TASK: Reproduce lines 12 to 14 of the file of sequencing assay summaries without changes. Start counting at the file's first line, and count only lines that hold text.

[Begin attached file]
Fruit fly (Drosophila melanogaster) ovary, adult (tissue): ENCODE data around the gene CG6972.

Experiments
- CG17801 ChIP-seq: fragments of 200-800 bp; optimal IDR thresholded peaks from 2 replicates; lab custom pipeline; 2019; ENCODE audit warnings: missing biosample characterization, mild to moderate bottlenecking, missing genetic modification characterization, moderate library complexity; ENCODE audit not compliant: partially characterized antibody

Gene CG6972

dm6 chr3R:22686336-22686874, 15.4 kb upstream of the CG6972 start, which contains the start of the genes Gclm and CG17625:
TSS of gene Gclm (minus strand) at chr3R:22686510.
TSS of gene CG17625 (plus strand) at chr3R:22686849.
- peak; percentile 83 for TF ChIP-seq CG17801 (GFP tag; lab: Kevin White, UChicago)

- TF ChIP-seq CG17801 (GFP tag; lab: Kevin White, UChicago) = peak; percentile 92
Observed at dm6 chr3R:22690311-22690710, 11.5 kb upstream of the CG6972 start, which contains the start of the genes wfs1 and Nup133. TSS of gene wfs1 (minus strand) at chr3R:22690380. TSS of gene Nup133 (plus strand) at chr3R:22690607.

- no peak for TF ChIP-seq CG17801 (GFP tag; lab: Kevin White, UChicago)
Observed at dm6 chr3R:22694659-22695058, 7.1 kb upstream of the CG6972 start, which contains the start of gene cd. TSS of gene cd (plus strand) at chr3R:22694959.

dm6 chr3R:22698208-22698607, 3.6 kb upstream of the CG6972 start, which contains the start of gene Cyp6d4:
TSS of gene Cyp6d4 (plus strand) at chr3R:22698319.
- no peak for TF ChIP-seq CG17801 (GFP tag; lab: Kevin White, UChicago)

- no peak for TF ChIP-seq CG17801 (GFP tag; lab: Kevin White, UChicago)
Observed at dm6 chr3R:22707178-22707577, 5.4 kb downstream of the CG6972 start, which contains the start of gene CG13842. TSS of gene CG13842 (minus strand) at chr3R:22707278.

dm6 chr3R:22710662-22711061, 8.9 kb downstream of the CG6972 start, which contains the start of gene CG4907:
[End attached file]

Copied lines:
Observed at dm6 chr3R:22694659-22695058, 7.1 kb upstream of the CG6972 start, which contains the start of gene cd. TSS of gene cd (plus strand) at chr3R:22694959.

dm6 chr3R:22698208-22698607, 3.6 kb upstream of the CG6972 start, which contains the start of gene Cyp6d4:
TSS of gene Cyp6d4 (plus strand) at chr3R:22698319.